What I most love is re-greasing my bike chain, pumping up the tires (preparations are therapeutic), and riding six miles into town, with the wind at my back and the sun on my face. Ah...now this is pure heaven. Motor-less motion.

Time to hang up the snowshoes. Shove the sleds under the deck. Put the skis back into their dark closet.

And say hello to summer.

Sunday, May 6, 2012

Are You Enjoying Your Story?








Subtitle: Birthdays, Beers and Bonfires.

Because we all love stories, and because we are ad infinitum creating our own unique histories every blessed day we're gifted to kick up a few stones on this earth, the best we can do is share our stories; and by doing so, we share our precious lives.

SO...while the guys brewed beer on the deck at my house, the girls threw a birthday party for Coral up at her house (over the river and through the woods...kinda; that's how it is in our neighborhood). 

Coral is 7 years old today; a little green shoot growing up right before our eyes; before we could blink, there she was morphed from a baby into a kid, the oldest of four, soon to be five, youngins, who with all their mischievous wildness, are the smartest, most unspoiled (meaning, not over-indulged), delightful and well-behaved children on the planet (IMHO, of course); who will, I might add, grow up to be thoughtful, responsible adults...even amidst the neighborly craziness they have grown up with.

But back to brewing. Did you know that brewing your own beer in this country was an illegal activity until 1984?? 

Yes, really. In fact, another neighbor (one of the elders, who lives over the river and through the woods...kinda) testified before a legislative committee in the early eighties to the effect that home brewing was a noble, creative endeavor that should be enjoyed by law-abiding citizens everywhere. And so it goes...



     






Double, double, toil and trouble. Fire burn and cauldron bubble. Looks delish...no?


Meanwhile, over the river and through the woods...kinda, the girls were painting pots, jazzing them up with jewels, playing with new baby chicks (the hit of the party), and collecting grass and moss and twigs to make beautiful, organic art.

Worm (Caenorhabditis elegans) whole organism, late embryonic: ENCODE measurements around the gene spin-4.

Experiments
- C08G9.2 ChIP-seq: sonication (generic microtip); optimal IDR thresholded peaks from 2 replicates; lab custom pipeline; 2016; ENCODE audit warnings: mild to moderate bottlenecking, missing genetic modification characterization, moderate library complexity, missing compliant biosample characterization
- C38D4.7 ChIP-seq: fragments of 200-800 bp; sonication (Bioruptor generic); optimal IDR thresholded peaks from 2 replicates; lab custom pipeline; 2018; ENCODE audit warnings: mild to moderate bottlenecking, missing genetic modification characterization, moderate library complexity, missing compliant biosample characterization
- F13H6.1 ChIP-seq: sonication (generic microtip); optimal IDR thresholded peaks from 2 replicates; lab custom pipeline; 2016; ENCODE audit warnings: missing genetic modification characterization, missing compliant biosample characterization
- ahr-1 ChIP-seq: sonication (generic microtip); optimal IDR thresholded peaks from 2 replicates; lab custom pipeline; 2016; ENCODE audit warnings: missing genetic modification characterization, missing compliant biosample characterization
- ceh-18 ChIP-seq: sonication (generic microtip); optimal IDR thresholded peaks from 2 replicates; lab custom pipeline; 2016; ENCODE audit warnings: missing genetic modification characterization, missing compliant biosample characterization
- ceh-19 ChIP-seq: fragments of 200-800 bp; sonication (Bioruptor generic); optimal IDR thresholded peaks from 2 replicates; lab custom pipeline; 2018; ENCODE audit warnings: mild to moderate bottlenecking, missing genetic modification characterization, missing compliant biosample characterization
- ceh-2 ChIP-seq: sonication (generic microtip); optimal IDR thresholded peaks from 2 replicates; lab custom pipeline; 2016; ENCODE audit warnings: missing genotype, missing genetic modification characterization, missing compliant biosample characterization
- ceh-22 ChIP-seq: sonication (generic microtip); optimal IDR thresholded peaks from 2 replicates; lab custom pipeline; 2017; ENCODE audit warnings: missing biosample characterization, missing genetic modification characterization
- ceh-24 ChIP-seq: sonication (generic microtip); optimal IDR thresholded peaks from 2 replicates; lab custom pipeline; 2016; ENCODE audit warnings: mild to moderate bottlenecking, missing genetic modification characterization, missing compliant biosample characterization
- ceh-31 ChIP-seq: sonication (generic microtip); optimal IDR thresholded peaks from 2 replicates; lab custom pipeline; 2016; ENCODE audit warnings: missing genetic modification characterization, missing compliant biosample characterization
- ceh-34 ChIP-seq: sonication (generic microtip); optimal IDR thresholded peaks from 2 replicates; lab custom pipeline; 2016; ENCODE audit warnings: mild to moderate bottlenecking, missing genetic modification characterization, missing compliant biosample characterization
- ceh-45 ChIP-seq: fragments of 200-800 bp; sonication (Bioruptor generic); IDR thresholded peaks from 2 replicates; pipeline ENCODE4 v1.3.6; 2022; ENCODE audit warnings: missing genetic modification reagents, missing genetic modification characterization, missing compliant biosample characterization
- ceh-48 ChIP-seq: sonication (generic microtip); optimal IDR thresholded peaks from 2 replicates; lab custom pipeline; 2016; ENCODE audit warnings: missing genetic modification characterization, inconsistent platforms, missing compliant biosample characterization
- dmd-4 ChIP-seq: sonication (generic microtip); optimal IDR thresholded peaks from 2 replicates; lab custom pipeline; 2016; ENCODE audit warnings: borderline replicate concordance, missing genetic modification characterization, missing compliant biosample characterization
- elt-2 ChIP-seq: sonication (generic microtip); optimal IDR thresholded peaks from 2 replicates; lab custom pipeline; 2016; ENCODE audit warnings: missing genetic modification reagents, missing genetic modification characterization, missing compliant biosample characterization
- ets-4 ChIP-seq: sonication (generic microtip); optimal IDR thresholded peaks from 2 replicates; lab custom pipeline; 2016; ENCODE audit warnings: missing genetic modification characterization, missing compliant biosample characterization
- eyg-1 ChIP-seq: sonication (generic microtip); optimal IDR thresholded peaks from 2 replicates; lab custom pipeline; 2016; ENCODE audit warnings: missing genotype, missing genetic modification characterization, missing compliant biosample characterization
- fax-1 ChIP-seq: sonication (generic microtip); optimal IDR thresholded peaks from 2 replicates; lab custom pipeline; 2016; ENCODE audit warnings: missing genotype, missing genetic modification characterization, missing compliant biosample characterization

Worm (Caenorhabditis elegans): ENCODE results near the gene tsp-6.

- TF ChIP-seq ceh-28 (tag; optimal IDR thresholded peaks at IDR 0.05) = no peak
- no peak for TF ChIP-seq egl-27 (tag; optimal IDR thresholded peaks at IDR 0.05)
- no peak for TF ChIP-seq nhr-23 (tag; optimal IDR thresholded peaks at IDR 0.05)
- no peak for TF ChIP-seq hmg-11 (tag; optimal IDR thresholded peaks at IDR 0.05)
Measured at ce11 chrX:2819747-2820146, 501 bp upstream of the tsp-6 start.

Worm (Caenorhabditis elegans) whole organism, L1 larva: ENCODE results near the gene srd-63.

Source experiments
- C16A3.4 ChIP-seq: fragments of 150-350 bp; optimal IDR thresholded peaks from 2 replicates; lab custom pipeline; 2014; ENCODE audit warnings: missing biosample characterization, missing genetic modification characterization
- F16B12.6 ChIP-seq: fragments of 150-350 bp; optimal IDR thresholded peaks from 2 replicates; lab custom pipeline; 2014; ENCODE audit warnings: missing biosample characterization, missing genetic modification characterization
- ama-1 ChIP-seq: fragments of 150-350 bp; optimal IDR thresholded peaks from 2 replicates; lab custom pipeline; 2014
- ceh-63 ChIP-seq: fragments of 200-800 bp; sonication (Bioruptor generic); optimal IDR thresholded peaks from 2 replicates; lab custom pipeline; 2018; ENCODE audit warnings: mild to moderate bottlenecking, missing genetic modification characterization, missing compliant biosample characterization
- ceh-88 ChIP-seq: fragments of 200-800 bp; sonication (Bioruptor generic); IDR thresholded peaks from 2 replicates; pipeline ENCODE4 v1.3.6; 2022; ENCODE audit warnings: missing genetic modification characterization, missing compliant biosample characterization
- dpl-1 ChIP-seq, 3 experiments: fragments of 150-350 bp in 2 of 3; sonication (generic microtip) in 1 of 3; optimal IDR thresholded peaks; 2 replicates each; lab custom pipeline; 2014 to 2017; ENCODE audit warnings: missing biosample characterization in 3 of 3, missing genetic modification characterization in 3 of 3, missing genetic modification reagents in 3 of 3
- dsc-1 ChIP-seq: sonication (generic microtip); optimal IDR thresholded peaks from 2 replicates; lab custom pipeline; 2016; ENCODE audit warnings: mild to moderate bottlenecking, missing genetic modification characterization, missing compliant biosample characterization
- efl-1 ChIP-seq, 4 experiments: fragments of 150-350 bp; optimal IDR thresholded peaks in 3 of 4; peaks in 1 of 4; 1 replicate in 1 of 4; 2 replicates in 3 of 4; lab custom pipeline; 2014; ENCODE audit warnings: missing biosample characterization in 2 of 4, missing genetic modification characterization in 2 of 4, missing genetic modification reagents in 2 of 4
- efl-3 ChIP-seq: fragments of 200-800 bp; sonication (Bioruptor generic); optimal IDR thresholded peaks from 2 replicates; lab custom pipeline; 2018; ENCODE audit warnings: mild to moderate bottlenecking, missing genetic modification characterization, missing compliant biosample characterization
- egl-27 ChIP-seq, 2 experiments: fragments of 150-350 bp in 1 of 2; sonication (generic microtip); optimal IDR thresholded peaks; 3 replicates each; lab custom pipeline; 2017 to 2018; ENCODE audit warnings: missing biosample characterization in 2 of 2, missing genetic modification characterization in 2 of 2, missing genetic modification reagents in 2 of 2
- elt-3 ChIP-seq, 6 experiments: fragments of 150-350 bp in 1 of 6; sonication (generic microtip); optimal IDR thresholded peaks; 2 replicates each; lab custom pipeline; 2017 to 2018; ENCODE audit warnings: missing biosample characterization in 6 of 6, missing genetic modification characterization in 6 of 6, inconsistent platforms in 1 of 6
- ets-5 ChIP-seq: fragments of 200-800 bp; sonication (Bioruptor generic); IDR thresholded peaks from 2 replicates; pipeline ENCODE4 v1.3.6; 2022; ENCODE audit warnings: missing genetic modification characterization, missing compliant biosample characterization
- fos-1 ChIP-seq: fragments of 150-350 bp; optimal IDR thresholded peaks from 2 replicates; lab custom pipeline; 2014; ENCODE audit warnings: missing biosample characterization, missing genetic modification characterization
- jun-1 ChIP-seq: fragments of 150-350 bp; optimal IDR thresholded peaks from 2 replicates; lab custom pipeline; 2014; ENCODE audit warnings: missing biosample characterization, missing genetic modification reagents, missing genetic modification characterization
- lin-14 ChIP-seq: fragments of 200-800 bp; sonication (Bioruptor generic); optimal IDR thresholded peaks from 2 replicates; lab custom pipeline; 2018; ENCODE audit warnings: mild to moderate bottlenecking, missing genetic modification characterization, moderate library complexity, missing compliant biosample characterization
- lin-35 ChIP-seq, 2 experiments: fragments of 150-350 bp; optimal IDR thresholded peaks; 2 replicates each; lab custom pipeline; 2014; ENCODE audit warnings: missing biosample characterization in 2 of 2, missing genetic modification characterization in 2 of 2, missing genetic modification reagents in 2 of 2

Please, allow me...


....to remind you what it felt like to be seven.  When you got your feet all wet and muddy in a creek, and didn't give a hoot about your scuffed-up-dirty new shoes. 

When you skinned your knees on gravel and it really really hurt, but you brushed yourself off and kept right on playing. 

When you twirled and twirled, looking up at the stars and fell down laughing coz you were too dizzy to get back up on your feet. 

When you painted any willing person's face (your own included) with charred pieces of bonfire wood, just for the fun of it. 

It was all good and beautiful. When you were seven.

But the day hadn't ended yet. After the beer brewing, and after the birthday party, adults and kids came from far and wide with dishes of food in their hands, and musical instruments slung over their shoulders to sit around the fire and drink home brews, and sing songs, and just do what friends do. 



Besides, the sun doesn't go down until almost midnight, so you might as well burn the candle from both ends. 


Life is too short not to, if you can manage it...in your own unique way. My husband didn't start playing the harp until he was 50, and he's not that bad to listen to.


And it was meant to be lived with the greatest of passion. Life, that is.



This I learned from once being seven myself.  In a decade, I'll be 70.



And now, I hug the kids a lot, and watch them play so that I'll remember to remain seven years old in my heart. Pick myself up when I fall down. Brush all that grunge-y gravel off my knees, and pour me another beer. Just for the fun of it.

Lastly, I hope you'll watch "Have You Enjoyed Your Story?" 
Patiently. And all the way through. With the volume cranked up.
So you'll remember, too.